Paraquat lawsuits, Midwestern Hemp Database, and other legal news to ponder from Cape Law Firm

 In Hemp, Land Law, Pesticides, Seed Law

Paraquat lawsuits allege link to Parkinsons

A growing number of lawsuits alleging Paraquat herbicide causes Parkinson’s Disease are being filed in courts around the country. Paraquat has been used for many years as a broad spectrum broadleaf and grass herbicide and is most commonly known by the brand name Gramoxone. The lawsuits allege many of the same types of claims that were involved in the Roundup cancer litigation, including defective design, failure to warn of health risks, negligence, and breach of implied warranties. However, in contrast to glyphosate, paraquat is highly toxic and is classified as a restricted-use pesticide. In late 2020, EPA issued an interim decision to re-register Paraquat finding that there was “.

Midwestern Hemp Database

A collaboration of four university extension services has produced the , an online database of hemp genetics and agronomic practices. Because hemp is so “new” as a commercial crop there is a general lack of reliable research and data for growers and processors to follow. The project was aimed at establishing a performance baseline for several hemp varieties and results for several hemp farming practices. Data and field samples were submitted by growers during the 2020 growing season, allowing researchers to evaluate cannabinoid profiles, yields, planting methods, and other production metrics. The project is seeking growers for the 2021 season to participate in data collection efforts and has added more university collaborators, including Ohio State University and University of Kentucky.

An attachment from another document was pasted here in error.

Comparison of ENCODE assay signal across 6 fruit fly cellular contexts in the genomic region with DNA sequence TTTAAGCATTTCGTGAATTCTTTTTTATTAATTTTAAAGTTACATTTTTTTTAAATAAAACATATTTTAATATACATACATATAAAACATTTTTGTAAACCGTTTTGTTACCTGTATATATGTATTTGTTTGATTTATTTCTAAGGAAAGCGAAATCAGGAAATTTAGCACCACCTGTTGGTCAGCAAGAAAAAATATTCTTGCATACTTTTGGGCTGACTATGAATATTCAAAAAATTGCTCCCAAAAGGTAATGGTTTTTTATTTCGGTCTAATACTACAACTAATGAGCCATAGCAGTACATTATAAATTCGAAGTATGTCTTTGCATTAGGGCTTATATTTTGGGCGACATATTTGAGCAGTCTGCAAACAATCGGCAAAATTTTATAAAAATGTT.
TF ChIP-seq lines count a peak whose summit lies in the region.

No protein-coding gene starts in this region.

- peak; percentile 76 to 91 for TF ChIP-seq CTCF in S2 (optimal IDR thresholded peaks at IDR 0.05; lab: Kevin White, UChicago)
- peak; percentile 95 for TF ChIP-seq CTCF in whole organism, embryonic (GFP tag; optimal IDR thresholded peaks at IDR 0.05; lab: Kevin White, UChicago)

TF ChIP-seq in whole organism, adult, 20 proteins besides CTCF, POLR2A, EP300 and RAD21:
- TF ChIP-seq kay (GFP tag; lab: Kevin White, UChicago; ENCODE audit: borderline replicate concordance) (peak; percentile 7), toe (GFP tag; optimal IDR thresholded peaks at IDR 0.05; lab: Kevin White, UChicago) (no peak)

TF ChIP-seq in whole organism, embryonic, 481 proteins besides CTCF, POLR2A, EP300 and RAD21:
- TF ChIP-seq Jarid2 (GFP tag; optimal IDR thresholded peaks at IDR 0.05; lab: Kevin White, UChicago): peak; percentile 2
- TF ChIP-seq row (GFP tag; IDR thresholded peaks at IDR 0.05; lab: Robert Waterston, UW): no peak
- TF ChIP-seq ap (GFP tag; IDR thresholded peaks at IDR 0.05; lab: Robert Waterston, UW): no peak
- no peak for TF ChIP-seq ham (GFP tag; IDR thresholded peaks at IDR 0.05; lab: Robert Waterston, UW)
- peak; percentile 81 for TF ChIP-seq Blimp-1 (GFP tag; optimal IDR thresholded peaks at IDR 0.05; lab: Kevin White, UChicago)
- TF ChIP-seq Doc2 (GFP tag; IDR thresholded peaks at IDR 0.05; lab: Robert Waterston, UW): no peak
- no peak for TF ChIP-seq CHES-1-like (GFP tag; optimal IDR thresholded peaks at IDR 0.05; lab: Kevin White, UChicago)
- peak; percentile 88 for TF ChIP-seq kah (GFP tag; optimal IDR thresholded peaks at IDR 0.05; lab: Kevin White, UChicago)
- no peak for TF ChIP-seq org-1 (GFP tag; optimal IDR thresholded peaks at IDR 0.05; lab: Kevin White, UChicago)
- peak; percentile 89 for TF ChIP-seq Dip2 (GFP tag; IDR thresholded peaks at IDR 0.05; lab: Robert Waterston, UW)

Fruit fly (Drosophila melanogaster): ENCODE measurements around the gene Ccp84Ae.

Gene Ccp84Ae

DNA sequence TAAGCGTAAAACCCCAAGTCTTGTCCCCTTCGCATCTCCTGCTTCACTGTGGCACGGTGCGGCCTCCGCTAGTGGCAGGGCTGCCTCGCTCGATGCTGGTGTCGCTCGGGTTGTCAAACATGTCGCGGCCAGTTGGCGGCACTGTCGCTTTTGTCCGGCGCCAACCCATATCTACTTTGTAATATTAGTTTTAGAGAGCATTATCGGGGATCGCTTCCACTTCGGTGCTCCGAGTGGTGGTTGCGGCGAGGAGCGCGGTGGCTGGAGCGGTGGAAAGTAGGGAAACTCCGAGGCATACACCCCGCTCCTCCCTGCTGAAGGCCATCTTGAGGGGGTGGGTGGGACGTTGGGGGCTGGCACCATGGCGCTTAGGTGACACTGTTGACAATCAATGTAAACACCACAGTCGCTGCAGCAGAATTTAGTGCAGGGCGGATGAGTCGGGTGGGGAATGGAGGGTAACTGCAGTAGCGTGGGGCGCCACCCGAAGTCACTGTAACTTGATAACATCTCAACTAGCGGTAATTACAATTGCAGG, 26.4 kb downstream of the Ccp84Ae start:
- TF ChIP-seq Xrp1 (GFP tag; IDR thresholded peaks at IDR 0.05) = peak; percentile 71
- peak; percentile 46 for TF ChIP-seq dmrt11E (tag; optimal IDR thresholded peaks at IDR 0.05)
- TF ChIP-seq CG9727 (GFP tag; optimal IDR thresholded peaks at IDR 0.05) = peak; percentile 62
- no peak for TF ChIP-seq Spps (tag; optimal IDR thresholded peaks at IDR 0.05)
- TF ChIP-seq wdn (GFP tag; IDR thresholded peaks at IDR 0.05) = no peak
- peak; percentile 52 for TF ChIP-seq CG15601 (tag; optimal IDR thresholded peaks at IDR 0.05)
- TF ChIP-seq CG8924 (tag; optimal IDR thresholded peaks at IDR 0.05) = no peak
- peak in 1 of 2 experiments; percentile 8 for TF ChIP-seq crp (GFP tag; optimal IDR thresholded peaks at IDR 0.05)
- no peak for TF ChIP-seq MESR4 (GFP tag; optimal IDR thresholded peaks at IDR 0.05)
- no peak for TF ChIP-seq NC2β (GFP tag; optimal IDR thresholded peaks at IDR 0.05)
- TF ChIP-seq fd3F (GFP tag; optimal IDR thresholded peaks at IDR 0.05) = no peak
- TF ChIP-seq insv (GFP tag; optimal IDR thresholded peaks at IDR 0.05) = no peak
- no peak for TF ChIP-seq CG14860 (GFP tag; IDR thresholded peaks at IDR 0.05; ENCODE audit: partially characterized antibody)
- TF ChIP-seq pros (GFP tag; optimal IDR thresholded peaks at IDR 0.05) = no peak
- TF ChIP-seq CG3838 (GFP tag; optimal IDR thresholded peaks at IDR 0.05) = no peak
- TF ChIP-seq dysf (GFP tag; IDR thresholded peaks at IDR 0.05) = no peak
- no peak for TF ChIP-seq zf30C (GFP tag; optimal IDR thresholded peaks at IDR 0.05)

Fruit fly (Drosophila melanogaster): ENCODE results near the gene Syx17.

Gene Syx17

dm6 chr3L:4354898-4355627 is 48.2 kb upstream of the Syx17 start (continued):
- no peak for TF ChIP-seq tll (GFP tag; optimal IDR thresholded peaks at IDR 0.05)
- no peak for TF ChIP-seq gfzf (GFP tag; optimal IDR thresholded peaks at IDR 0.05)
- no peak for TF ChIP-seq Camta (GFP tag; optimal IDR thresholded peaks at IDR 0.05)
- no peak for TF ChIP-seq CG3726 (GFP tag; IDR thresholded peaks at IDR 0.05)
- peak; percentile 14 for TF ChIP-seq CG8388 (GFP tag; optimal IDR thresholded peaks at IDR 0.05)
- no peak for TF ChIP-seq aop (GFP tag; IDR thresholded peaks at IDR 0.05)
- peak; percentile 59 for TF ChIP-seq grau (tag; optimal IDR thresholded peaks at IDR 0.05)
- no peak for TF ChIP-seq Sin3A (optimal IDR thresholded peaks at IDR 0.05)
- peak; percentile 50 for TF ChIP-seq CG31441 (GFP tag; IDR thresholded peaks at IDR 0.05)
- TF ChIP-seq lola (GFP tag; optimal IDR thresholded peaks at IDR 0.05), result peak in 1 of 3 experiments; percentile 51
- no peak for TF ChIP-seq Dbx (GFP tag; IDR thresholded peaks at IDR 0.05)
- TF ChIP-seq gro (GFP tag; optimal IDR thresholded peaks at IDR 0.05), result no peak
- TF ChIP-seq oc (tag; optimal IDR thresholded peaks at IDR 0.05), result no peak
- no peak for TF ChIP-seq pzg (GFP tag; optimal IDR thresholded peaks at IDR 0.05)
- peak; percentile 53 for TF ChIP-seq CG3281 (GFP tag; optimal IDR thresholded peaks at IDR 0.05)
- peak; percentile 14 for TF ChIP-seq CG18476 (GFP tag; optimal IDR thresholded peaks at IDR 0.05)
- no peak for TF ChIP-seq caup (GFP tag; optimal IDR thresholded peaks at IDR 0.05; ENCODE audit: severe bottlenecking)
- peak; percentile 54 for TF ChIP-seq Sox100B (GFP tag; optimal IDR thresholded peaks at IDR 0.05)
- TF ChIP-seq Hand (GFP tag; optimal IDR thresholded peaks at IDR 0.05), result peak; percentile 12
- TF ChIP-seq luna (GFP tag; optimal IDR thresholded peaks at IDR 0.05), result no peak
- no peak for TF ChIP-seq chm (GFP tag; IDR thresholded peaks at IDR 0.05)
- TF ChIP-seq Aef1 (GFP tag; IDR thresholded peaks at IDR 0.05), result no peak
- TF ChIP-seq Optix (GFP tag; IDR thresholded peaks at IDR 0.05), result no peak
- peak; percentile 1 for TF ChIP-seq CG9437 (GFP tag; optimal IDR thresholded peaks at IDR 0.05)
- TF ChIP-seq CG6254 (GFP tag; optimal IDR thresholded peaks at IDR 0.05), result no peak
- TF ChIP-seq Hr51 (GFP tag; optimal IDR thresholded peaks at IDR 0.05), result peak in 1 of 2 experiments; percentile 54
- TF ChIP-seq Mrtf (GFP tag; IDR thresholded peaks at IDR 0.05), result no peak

Cape Law Firm’s Frequently (or Randomly) Asked Questions

” I’ve been using that land for 20 years. Shouldn’t I own it through adverse possession?”

A court can award title to land through adverse possession if a party can show several factors regarding their use and possession of land for the required period of time (typically up to 10 years). To claim title by adverse possession, a party must show:

  • “Actual” possession of the land, which means the ability to control the land and exclude others
  • The possession must be “open and notorious,” i.e., it must be obvious to other people
  • Possession must be “exclusive,” i.e., possession isn’t being shared with the true owner
  • Possession must be “continuous” for the required period of time
  • Possession must be “hostile,” i.e., without permission of the true owner

Adverse possession claims always depend heavily on the unique facts surrounding the possession and use of the land at stake.

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